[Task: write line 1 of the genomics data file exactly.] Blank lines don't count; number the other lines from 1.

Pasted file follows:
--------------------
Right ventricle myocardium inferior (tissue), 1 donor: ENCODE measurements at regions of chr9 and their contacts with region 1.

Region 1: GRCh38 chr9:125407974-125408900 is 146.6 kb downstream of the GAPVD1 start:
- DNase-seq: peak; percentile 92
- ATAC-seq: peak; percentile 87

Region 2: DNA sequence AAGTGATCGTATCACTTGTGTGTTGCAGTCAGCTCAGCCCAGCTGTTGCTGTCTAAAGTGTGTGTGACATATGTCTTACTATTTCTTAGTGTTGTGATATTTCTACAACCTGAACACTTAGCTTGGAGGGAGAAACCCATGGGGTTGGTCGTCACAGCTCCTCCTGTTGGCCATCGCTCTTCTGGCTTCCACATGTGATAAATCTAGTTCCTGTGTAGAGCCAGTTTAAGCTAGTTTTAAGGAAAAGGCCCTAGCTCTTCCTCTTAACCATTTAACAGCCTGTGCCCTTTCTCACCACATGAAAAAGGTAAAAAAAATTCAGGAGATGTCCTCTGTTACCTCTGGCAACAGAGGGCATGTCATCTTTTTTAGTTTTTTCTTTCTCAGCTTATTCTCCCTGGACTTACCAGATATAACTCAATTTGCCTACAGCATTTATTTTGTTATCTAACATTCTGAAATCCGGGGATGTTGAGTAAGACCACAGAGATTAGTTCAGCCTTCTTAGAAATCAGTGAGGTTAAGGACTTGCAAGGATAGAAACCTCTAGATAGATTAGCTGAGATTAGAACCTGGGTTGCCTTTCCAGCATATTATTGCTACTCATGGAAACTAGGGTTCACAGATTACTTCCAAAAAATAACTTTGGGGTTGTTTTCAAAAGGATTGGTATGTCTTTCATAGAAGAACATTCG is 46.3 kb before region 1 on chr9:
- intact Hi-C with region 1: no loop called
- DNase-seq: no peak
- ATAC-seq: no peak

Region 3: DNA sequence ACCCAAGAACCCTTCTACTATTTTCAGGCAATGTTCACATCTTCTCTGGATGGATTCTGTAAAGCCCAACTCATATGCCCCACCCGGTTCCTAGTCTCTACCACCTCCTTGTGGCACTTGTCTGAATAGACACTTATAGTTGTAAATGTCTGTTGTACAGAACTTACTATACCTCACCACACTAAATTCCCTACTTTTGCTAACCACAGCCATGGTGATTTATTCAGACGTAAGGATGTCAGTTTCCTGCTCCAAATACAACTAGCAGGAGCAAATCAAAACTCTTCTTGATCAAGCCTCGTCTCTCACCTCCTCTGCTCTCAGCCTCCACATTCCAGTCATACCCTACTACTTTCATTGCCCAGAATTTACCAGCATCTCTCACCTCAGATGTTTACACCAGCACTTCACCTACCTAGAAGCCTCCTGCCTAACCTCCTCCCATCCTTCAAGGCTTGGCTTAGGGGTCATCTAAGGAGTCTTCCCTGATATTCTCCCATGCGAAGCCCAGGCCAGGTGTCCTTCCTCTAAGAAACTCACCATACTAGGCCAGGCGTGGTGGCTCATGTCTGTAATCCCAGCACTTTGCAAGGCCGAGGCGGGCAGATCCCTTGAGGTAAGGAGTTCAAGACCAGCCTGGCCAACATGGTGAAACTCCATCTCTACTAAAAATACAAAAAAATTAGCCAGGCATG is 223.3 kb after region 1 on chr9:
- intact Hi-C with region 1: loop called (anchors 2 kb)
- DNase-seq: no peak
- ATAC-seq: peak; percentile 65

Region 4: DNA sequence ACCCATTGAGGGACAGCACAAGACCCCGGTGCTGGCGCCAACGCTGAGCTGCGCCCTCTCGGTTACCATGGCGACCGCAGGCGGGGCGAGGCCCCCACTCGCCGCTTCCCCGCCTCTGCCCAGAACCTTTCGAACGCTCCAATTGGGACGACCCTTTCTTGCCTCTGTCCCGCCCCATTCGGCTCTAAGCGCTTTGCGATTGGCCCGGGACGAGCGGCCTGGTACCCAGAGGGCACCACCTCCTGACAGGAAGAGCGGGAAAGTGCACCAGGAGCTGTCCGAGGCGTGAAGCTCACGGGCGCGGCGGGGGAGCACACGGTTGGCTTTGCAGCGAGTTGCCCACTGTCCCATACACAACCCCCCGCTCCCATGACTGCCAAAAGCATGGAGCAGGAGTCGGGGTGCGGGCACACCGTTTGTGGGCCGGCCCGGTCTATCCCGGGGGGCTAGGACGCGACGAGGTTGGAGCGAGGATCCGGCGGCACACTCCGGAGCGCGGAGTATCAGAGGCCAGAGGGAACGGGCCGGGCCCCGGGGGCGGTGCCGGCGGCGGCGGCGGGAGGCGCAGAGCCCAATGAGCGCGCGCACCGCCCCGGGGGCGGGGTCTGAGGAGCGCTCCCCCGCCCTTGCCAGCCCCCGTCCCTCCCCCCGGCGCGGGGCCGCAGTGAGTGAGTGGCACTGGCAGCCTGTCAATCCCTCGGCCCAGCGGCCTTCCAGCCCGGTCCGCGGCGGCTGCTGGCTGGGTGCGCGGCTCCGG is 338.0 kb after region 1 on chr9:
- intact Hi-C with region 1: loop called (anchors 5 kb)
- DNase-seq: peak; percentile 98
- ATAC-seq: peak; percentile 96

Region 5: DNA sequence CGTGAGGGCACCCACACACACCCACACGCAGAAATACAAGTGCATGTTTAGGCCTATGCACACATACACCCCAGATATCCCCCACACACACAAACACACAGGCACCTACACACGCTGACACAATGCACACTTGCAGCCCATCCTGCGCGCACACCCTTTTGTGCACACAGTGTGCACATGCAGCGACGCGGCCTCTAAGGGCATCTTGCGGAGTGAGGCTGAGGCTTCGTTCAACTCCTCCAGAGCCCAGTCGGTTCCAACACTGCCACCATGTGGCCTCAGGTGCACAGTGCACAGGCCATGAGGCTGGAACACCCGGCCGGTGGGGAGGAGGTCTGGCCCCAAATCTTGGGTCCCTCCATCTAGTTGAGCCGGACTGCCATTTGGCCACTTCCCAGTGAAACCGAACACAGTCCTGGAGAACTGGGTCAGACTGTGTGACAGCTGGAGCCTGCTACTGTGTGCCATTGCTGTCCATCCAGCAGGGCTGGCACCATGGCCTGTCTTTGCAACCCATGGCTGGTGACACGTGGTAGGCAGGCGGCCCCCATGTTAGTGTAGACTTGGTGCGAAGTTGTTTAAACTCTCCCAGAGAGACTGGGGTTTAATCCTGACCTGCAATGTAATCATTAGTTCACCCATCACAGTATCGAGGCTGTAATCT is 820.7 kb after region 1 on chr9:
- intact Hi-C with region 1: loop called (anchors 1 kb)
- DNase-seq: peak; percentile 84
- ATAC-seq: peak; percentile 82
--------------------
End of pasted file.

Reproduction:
Right ventricle myocardium inferior (tissue), 1 donor: ENCODE measurements at regions of chr9 and their contacts with region 1.